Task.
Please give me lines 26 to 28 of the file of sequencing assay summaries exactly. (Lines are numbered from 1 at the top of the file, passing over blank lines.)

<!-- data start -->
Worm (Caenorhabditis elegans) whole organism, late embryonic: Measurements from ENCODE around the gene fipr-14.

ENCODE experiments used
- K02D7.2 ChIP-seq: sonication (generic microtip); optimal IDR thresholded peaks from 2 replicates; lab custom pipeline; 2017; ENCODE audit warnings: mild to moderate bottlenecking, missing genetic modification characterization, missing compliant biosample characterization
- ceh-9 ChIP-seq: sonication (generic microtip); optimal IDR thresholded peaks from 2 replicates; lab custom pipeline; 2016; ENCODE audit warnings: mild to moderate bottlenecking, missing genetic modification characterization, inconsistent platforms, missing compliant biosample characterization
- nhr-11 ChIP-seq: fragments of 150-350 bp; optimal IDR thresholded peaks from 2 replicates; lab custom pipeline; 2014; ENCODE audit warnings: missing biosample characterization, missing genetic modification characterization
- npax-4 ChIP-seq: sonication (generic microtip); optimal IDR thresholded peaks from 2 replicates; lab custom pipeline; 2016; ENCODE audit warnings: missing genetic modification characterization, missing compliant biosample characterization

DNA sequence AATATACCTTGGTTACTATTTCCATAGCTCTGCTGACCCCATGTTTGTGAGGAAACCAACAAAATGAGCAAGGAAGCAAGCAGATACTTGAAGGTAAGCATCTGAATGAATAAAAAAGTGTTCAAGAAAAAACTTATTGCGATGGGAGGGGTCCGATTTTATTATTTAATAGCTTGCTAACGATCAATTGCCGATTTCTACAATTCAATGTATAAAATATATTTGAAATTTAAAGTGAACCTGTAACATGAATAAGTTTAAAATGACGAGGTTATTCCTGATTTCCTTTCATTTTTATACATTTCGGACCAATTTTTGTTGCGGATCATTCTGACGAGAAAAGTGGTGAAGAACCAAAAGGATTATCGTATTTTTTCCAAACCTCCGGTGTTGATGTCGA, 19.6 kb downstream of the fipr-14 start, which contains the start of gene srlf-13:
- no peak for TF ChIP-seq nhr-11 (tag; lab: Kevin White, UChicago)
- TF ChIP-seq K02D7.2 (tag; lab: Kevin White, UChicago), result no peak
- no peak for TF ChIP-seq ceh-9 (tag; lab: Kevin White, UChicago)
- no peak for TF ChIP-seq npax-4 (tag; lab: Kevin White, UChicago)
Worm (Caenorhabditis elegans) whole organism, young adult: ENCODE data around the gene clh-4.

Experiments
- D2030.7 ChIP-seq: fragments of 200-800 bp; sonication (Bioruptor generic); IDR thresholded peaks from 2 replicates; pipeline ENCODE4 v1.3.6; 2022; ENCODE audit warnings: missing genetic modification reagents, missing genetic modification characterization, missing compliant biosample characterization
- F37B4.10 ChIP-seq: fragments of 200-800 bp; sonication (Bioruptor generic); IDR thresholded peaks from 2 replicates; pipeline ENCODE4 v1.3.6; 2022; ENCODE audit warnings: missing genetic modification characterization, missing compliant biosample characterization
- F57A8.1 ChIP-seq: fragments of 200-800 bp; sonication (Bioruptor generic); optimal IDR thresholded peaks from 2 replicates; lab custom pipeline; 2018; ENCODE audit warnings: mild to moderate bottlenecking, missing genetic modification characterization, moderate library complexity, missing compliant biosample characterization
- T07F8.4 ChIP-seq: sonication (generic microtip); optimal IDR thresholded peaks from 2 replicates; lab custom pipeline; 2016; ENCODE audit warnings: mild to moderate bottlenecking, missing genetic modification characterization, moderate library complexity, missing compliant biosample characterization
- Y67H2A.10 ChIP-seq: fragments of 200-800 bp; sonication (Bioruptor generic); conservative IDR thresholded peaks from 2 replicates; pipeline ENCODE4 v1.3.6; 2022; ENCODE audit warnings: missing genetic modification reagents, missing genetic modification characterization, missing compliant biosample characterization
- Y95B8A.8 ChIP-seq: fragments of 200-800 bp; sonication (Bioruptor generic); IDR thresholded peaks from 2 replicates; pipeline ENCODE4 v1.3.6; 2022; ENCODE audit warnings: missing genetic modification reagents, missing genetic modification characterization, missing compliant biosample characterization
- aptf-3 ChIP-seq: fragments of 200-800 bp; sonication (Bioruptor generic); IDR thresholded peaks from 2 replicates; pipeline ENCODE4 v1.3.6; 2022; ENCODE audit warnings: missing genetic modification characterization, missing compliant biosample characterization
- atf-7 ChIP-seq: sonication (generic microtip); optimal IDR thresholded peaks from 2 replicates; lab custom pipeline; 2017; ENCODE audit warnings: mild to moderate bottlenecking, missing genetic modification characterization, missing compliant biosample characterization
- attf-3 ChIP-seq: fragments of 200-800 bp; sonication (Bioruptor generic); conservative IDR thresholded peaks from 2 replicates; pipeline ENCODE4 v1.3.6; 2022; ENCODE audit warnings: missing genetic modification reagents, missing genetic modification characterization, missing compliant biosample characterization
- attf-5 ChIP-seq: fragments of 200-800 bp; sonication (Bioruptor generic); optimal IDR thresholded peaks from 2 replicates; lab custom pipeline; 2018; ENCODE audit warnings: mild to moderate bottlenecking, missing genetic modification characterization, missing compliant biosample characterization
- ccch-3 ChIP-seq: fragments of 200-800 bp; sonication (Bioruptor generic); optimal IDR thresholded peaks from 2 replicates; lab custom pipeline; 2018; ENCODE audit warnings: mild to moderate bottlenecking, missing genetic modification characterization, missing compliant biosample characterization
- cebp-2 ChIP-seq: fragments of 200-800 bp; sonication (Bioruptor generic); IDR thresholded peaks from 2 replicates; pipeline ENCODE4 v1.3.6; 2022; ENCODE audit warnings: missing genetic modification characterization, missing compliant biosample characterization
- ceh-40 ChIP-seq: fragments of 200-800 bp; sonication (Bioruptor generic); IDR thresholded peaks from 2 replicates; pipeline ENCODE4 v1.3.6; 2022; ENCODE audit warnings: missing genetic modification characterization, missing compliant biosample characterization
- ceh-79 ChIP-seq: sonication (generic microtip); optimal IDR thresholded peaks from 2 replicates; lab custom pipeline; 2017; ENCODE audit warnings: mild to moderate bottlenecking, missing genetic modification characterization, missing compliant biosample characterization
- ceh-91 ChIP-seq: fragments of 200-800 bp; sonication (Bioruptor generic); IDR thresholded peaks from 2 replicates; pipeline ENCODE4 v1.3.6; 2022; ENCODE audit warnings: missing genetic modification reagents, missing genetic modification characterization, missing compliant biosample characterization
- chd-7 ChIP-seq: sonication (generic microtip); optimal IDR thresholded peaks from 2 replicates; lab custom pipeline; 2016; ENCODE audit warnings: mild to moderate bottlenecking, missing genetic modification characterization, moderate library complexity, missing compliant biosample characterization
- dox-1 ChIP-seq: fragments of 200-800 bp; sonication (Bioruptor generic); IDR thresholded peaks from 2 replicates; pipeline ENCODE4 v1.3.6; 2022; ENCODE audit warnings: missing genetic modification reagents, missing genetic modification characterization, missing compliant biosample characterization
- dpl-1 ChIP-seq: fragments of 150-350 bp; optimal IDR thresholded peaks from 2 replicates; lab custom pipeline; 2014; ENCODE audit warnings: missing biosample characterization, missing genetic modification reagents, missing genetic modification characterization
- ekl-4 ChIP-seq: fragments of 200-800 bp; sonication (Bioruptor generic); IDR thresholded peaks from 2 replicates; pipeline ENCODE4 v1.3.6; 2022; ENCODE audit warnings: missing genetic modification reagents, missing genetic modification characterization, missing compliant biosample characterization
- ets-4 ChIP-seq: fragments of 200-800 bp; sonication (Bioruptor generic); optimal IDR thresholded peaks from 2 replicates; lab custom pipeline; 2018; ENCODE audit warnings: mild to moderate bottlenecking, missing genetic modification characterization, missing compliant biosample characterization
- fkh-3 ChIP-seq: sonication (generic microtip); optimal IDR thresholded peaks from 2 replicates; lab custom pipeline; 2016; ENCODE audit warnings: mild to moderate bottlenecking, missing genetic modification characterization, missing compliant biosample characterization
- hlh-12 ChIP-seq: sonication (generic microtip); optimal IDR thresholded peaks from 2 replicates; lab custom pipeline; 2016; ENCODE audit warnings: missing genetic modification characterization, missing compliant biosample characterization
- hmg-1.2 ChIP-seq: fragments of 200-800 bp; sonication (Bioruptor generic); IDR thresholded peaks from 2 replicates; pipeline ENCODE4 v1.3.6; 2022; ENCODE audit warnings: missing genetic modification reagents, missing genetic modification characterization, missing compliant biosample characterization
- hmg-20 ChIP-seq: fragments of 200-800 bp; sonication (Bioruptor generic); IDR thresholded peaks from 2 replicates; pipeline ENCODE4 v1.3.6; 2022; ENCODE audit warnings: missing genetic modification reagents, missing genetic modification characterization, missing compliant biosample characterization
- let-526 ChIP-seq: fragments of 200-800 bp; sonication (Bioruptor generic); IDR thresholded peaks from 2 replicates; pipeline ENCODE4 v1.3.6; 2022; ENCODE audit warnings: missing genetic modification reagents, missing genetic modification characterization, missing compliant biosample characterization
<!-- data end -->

- ceh-40 ChIP-seq: fragments of 200-800 bp; sonication (Bioruptor generic); IDR thresholded peaks from 2 replicates; pipeline ENCODE4 v1.3.6; 2022; ENCODE audit warnings: missing genetic modification characterization, missing compliant biosample characterization
- ceh-79 ChIP-seq: sonication (generic microtip); optimal IDR thresholded peaks from 2 replicates; lab custom pipeline; 2017; ENCODE audit warnings: mild to moderate bottlenecking, missing genetic modification characterization, missing compliant biosample characterization
- ceh-91 ChIP-seq: fragments of 200-800 bp; sonication (Bioruptor generic); IDR thresholded peaks from 2 replicates; pipeline ENCODE4 v1.3.6; 2022; ENCODE audit warnings: missing genetic modification reagents, missing genetic modification characterization, missing compliant biosample characterization